I am 21 years old and I have never been asked out on a date. Not really.
The extent of my dating experience has been online; either on Bumble, Instagram, Hinge, or just through text. There has been no vulnerability. There have been no pick-up lines—not that those work—or asking awkwardly for my phone number by a stranger. As far as I know, things like that only exist in the movies.
I’ve never heard the words, “Will you go out with me?” or “Can I take you to dinner?” I’ve been told to “come over” after the sun went down, or asked if I wanted to “hang out” or “come along if I’m free.” There hasn’t been effort. There hasn’t been vulnerability.
Is this how we date in 2020?
We are casual, as if effort makes us uncool. Hiding behind our phones, our profiles, and our fear of commitment.
We think a “good morning” text constitutes interest and effort. We say that romance is dead and use that as an excuse to not call. We dance around the difficult and deep conversations instead of dancing around the living room because we are scared of caring too much. Caring is vulnerability, and vulnerability is scary in a dating world full of options.
We are constantly window shopping without daring to set foot too long in one store. The saying “there are plenty of fish in the sea,” has kept us bouncing around, fearing commitment like the plague; never finding what we are looking for, but never defining it either.
What do we want, anyway?
We say we want to be seen, but never let down our walls long enough to let anyone in. We say we want connection, yet we never stay with one option long enough to truly know what’s in their heart. And we say we want real love, but are unwilling to open our hearts and do the work required to stay.
In 2020, dating and relationship standards are painted by social media, not real-life experiences. We scroll through the shiny boxes with the perfect filters and cheesy captions; leaving us feeling empty and looking at our own life from that same lens. So, when we decide to “commit” to someone, we’re always comparing; holding our reality up to the standard of the highlight reel of what we think a relationship is.
“If it’s with the right person, it should be easy.” It glows. The world sparkles. You are walking on air, together. They never fight over the little things, like how he never remembers to put the toilet seat up, or she takes too long to get ready. They never worry about their partner leaving and going after another one of the thousands of fish in the sea. They don’t have money problems. But we do, which means we must be doing something wrong.
So, we leave, not that we were ever fully committed in the first place; saying “it’s not you, it’s me,” but in reality, it’s that nothing could ever measure up to the idea of what a relationship should be in our heads.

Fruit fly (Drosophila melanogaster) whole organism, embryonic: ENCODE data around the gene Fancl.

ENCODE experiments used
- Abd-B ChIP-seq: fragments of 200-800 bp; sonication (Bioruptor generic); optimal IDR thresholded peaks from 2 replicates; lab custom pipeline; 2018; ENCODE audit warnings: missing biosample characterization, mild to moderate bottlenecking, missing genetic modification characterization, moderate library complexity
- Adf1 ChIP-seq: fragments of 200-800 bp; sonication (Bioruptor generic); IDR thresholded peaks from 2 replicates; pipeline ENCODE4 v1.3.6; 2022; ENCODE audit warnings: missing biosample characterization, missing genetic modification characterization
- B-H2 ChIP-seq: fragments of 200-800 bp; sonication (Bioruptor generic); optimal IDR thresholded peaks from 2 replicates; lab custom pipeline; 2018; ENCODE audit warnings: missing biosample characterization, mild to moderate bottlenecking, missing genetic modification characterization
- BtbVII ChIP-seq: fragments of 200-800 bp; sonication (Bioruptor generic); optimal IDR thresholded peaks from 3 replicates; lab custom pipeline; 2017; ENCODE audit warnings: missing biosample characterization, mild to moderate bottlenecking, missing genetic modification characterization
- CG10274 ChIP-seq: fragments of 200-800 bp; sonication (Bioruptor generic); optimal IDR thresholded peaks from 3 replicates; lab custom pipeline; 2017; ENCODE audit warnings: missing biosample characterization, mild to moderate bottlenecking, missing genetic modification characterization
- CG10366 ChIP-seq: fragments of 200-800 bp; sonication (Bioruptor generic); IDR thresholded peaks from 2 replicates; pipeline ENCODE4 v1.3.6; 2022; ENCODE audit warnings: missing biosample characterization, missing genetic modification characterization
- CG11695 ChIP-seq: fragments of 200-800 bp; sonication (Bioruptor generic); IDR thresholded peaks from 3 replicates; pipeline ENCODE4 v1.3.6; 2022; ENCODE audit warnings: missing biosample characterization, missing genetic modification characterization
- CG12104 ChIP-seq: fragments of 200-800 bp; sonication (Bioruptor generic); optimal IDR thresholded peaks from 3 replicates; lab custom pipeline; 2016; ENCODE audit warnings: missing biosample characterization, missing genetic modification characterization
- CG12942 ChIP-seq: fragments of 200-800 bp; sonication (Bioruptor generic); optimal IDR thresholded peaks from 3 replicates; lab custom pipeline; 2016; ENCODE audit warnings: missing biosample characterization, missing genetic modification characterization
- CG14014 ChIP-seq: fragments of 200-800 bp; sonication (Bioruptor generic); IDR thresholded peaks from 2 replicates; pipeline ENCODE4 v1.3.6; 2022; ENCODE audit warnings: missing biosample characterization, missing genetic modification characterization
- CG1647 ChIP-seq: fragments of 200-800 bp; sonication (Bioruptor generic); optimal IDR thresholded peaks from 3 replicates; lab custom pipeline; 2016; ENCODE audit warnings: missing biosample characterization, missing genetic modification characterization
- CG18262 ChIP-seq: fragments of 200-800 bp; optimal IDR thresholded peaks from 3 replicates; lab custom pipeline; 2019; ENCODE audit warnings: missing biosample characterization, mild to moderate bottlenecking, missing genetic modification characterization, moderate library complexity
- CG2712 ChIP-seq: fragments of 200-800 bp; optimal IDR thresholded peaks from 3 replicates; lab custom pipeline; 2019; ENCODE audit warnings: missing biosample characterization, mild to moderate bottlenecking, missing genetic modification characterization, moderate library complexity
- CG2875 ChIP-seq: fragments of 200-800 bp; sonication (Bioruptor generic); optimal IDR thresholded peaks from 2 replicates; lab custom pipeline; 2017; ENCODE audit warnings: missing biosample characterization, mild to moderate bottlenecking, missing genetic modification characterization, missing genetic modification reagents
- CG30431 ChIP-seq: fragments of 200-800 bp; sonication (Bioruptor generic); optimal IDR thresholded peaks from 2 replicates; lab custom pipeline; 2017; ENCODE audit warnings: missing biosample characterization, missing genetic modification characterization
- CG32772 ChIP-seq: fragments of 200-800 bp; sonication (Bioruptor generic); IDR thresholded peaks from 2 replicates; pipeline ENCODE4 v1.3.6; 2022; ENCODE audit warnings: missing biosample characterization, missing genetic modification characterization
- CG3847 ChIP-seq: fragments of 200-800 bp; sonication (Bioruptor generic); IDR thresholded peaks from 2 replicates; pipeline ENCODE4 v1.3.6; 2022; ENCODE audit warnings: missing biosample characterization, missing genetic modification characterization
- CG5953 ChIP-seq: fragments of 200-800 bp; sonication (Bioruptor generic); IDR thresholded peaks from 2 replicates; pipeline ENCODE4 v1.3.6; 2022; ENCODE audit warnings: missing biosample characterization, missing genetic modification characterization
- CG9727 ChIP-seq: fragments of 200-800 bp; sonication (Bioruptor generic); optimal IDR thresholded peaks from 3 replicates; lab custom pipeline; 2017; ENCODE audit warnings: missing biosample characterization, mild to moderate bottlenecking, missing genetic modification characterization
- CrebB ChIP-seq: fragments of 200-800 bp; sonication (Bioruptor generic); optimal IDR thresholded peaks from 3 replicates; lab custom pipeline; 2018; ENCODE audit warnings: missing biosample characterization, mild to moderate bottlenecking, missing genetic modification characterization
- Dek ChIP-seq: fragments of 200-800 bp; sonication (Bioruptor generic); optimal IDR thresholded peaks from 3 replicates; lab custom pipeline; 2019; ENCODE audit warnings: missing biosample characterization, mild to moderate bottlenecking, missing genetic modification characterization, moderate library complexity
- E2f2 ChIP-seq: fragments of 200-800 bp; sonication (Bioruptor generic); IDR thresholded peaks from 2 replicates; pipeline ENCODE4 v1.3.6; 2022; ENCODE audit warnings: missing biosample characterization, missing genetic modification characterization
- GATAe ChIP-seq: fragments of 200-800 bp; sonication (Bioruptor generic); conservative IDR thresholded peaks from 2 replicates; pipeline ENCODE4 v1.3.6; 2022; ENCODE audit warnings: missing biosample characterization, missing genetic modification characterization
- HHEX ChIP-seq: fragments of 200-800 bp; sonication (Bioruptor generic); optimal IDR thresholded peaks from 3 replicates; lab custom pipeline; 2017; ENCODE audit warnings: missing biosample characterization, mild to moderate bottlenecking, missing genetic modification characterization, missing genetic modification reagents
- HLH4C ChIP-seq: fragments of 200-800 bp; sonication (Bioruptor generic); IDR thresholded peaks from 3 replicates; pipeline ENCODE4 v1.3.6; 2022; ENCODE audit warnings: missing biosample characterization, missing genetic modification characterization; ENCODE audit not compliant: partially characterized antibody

We want the kissing in the rain and deep late-night conversations we see in the movies; but we don’t want to expose our hearts long enough for them to be understood. We want the result, but we don’t want the effort.
Just as someone was getting close enough to see us, we close up. Go back to the options. Go back to the texting conversations and the getting to know someone. When the easy conversation is flowing, the butterflies are fluttering with every emoji or text that ends in babe, and we’re comfortable.
We’re comfortable hiding behind our phones and exploring the idea of what this person could be for us. We want people to fill our expectations of our person. It doesn’t matter who they really are or what they really want, so long as they fit into our perfect picture.
So, the reservations go un-made and the flowers go un-bought. We meet there instead of him picking us up and opening the door for us. We pay for our own meal, go home, and stare at the phone until it doesn’t ring. It’s okay, because we have options. We rant to our friends about how he is the same as the rest of them, yet we never change our own behaviour. Ghosting is so normalized we don’t even think to give people an explanation.
We go back to our options, seeking validation from the amount of matches we have; even though we’ll never respond to the majority of them. We say we’re happy, and we kind of are, but we want more.
We want phone calls. We want the butterflies that come from true vulnerability, not the thrill of compliments from strangers. We want one option, not thousands, and we want to be chosen. We want love, but all we do is like.
But nothing is going to change until we do.